It also provides a great view of downtown while overlooking the Zoo.

Southerly view from Hunt's Tomb, South Mountain in the background.

Near the Hole-in-the-Rock parking area and all the tourists.
Even after all these years, Papago is still a really fun place to ride. There's something for everyone. Go check it out sometime and keep your eyes peeled for the hidden gems. You may just like it enough to add it to the regular rotation.


December 26, 2022

Picketpost: Half-Hearted Loop

 I've love scouring topographic maps for potential biking routes. I've been trying on & off over the years to find a suitable shortcut out near Superior to add more miles of the Arizona Trail, AZT, to some bikepacking routes. During a recent map scour of the area I spotted something, a piece of singletrack connecting two otherwise deadend jeep roads. Would this go? Rideable? One way to find out.

This was the planned route, a heart-shaped clockwise loop. The top of the heart would all be new-to-me terrain with the right side of the route being the AZT through Whitford Canyon.
I had a couple of questions I needed to answer about this route: Is the new stuff rideable? Can the singletrack actually be linked together? Is it any good? How steep is the grade beginning at the dip in the heart? Rideable? I was about to find out. How exciting!!
Satellite view of the first section of jeep road that deadends at a ravine and what appears to be a clear singletrack trail continuing south.

The end of the singletrack bit ends at this cattle tank in the trees. Looks easy enough to find a way through to the next 2-track and more visible jeep road. This is the dip in the heart.

Leaving the north end of Picketpost trailhead.

Two miles of AZT: 4 gates, 1 culvert under US60 and crossing Queen Creek.

Saguaro forest.

FS172, time to head north.

The road cuts through Hewitt Canyon, Roblas Butte on the right.

Saguaro covered landscape back here.

Satellite view of the area off FS172, looks like the 2-track follows a wash for a bit...

...the reality on the ground. It was easier to walk through.

The 2-track became more what I hoped for after leaving the wash area.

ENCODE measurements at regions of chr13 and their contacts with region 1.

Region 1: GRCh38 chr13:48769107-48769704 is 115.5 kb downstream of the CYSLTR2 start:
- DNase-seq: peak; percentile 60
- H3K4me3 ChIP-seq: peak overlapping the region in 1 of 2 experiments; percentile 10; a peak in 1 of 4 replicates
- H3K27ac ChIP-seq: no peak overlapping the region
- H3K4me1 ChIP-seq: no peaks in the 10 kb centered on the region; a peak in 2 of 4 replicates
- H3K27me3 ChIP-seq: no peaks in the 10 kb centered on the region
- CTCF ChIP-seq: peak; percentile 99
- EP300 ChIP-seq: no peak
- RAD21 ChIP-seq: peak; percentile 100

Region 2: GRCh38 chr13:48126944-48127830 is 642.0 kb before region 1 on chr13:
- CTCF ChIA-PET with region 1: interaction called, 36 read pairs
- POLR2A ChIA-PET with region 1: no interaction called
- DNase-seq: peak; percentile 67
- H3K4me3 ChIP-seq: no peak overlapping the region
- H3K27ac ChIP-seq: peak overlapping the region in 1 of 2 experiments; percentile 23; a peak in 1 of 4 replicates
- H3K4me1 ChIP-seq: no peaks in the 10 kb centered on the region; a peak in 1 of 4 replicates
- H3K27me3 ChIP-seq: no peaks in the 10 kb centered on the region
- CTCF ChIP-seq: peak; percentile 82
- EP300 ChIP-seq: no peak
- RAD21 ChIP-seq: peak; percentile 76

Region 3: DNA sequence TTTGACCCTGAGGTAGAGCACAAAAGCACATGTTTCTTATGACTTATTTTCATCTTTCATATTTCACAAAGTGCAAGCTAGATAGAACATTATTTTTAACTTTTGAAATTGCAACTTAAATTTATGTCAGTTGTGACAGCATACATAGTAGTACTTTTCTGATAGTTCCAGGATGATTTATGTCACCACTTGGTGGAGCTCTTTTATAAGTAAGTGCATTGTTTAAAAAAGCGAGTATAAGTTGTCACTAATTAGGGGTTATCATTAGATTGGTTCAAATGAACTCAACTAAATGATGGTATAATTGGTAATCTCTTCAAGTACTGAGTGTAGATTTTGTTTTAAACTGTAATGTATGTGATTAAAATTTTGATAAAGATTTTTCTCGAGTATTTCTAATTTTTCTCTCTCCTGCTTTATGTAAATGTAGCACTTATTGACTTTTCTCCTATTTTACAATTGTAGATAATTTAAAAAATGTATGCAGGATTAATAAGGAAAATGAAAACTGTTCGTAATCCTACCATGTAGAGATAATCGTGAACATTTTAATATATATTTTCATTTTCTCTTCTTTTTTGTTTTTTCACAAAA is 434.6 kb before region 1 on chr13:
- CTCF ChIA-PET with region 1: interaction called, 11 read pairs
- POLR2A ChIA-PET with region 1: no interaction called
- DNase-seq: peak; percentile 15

However, each subsequent uphill was littered with loose rubble and just steep enough to be a hassle. Lots of on/off hike-a-bike. So far this route wasn't winning me over, wasn't totally off limits...yet.

I was now in the thick of nowhere. I rounded a corner and was totally caught off guard by a lady out hiking with her dog!! I startled her too and we simultaneously asked each other where we came from. She was camped somewhere along FS172 and had mentioned one of the dirt roads deadended up ahead. I knew this based on my satellite scanning, see the earlier pic above. Before reaching the deadend, the road dropped down to an old windmill.

Preston Well.
The jeep road continued around the hill then came to an end at a steep embankment above a gulch. I started down the slope, made it about 2-3 steps before my feet slid out from under me on the pea gravel. Thankfully, I held on to the bike as we both slid down about 20 feet. No harm done. I was now looking for that white line of singletrack I saw on my computer. It didn't take long as it was plenty wide at first. It seemed like it could have been an old moto trail at some point?? It was now reduced to a narrow gulley filled with loose rock and somewhat overgrown, not that this surprised me.

Looking back along the singletrack. This was probably the 100' of trail I could actually ride.

Picketpost Mtn. comes into view. Neat. The trail wasn't any more rideable, pretty much all hike-a-bike.

I pushed through the vegetation at the end of the trail, crossed a dry cattle tank and found the 2-track on the opposite hillside. Overall, getting to this point of the route was much more work and hike-a-bike than I had hoped for. I was now at the base of the main climb and one look up the hillside told me I wasn't going to be riding much of it. The grade was rather stout. It was about 2 1/2 miles up to the top, fairly sustained pitch. I knew at this point the route would link to the AZT, but I really didn't feel the need to push my bike there just to prove a point on a route I wouldn't be using. So, I bailed, halfway through the heart and road mostly downhill back to Hewitt Station Rd.